After 8 months of hill training and charging around the Wirral as fast as I could I judged I was ready to settle my score. I plotted the route on Strava, found a willing victim to keep me company and set the date. Eight months after my initial failure all my training paid off and in 18 glorious minutes conquered Hellfire. It was still as hard but now I was mentally as well as physically armed to keep going and after 5 inglorious minutes recovering in the car park recovering we took some celebratory photos and set off home. If you ever collapse in a car park in the middle of nowhere do not expect help from the old couple eating a picnic in the car, from my experience checking on a lycra clad cyclist lying in sheep poo is not worth delaying the eating of a cheese sandwich!
The following 18 months has seen me cycle through wonderful parts of England and Wales including the Forest of Bowland, large parts of Yorkshire and Snowdonia. Bowland and the Electric Mountain outside of Llanberis are particular highlights. I also completed another C2C with my brothers this time and my eldest brother Simon is now a fully fledged convert as well. Him and the two Anthonys (also NWVCC members) have all been roped into my ‘adventure cycling’ rides that currently totals 29 of the 100 hardest climbs. Beware, more are coming fellas!
The end of 2017 has seen me join the North Wirral Velo Cycling Club and what is my newest challenge, RACING! My above training meant I was now decent on a bike but racing had never crossed my mind. I was certainly no slouch but as my youngest Thea would say I was no where near rocket speed! The first time Scott mentioned it I needed convincing but after a little research I found out he knew a little about it (his story to tell) and thought I would try. It was crazy, I had gone from the Alpine Climb of Blackhorse Hill to signing up to a hilly 14 mile TT in what felt no time at all.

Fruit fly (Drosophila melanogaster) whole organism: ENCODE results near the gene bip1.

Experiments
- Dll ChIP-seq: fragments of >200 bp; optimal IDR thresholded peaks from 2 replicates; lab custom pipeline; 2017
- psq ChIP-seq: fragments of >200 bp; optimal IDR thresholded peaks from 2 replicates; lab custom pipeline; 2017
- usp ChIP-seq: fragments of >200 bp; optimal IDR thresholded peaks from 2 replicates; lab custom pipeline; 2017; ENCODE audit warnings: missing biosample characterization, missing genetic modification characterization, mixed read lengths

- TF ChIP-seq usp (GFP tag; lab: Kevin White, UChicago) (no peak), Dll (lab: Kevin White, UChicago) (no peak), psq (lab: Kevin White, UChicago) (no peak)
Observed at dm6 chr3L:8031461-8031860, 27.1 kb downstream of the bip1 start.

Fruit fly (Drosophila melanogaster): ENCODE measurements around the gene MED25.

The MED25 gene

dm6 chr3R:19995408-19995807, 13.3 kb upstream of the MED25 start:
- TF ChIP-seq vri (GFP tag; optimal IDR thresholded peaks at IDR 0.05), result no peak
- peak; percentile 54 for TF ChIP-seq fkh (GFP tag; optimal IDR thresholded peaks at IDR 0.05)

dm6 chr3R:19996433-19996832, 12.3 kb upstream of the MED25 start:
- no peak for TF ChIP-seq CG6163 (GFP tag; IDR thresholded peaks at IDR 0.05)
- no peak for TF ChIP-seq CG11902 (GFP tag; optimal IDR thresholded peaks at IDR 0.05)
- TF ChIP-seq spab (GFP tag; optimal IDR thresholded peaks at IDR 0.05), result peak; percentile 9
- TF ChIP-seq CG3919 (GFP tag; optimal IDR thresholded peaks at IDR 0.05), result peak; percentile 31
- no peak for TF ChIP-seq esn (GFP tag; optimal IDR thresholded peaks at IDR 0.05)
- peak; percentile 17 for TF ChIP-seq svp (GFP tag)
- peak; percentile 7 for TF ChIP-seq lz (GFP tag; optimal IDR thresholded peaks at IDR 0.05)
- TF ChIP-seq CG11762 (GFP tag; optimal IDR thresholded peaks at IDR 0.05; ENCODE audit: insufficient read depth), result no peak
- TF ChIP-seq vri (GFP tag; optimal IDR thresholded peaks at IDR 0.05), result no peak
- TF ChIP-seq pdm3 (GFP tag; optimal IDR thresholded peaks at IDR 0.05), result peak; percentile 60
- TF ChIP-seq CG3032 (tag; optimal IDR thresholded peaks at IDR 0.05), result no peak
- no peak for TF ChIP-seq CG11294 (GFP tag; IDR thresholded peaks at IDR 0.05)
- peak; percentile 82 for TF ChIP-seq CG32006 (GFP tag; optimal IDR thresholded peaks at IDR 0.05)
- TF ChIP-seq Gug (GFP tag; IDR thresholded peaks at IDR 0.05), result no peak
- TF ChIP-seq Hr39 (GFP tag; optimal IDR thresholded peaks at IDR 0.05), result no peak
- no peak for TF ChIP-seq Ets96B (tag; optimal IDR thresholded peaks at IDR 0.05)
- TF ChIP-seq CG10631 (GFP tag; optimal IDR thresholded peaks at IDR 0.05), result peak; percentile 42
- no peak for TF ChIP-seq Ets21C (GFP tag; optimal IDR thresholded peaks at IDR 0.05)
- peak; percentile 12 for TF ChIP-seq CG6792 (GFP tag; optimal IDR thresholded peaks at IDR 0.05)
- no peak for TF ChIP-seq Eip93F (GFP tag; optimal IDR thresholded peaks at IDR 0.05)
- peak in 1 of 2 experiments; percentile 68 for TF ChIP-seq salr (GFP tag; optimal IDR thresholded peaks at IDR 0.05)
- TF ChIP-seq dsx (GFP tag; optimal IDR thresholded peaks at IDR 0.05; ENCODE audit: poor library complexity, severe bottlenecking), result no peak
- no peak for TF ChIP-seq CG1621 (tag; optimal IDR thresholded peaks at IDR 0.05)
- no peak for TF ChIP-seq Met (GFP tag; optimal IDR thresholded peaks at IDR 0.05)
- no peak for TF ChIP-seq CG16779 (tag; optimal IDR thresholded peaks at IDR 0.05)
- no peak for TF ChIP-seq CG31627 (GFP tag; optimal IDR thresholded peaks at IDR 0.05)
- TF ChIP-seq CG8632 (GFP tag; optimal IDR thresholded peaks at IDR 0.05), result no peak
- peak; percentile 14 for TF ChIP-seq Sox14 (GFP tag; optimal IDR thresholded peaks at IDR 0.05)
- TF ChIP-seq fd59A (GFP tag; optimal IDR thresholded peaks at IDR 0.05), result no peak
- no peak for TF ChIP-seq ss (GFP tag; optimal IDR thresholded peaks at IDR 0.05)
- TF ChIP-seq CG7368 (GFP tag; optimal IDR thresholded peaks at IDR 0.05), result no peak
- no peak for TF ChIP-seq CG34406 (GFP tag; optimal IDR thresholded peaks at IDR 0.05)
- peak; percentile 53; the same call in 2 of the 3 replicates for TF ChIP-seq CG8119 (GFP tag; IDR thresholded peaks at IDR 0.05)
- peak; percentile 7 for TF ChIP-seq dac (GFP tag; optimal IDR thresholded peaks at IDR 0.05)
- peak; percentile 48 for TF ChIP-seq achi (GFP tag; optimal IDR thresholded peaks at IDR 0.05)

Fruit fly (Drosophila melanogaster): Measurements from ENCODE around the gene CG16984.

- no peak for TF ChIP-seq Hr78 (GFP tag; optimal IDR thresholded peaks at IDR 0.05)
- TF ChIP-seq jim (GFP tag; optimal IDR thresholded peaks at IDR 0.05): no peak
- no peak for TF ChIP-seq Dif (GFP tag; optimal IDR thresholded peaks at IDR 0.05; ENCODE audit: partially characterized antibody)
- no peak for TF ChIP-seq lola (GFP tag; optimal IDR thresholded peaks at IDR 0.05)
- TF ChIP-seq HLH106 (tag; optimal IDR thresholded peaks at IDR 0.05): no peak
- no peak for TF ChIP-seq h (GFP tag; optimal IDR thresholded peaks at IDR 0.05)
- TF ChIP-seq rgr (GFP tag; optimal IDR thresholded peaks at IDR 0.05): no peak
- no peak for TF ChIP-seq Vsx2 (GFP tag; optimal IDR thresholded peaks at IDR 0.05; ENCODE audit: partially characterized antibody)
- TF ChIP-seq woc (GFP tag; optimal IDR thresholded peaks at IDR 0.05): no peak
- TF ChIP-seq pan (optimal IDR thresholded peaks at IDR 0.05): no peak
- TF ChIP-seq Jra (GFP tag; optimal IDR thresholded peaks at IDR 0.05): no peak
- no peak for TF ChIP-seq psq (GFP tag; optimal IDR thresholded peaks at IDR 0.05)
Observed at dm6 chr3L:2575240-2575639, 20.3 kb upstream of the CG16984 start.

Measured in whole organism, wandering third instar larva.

At this stage it would be great to say I romped to victory on the 24/02/18 in true Hollywood style but the reality was I was overtaken after 5 mins by the fastest thing I have ever seen on a bike whilst I was travelling at 32mph! This just spurred me on however and Scott’s words came back to me about riding my race and don’t worry about anyone else. I did and completed the course in 36:55, 23.1mph average over the 14 miles. I am incredibly proud of this as my target was 40 mins and I had beaten it by over 3 mins. It did hurt but again that pain was forgotten by pressing ‘upload to Strava’! (I did mention earlier it was the start of a monster). The whole event had been brilliant and one I will not forget, everyone there was so supportive including the other riders and were happy to chat and offer encouragement. I have already signed up for another so that sums up my feelings, if in doubt give it a try!
My only cycling regret is not starting earlier. I am fitter, healthier and happier all through cycling (probably should mention Rebekah, Grace & Thea too). I have also met new friends and found the whole ‘cycling community’ to be a great set of people that will always help when needed, especially out on the road. I have seen many great things including a riderless horse and cart charging through north wales and hope to see many more. I implore all to set yourself a goal, work hard and reap the rewards cycling can give.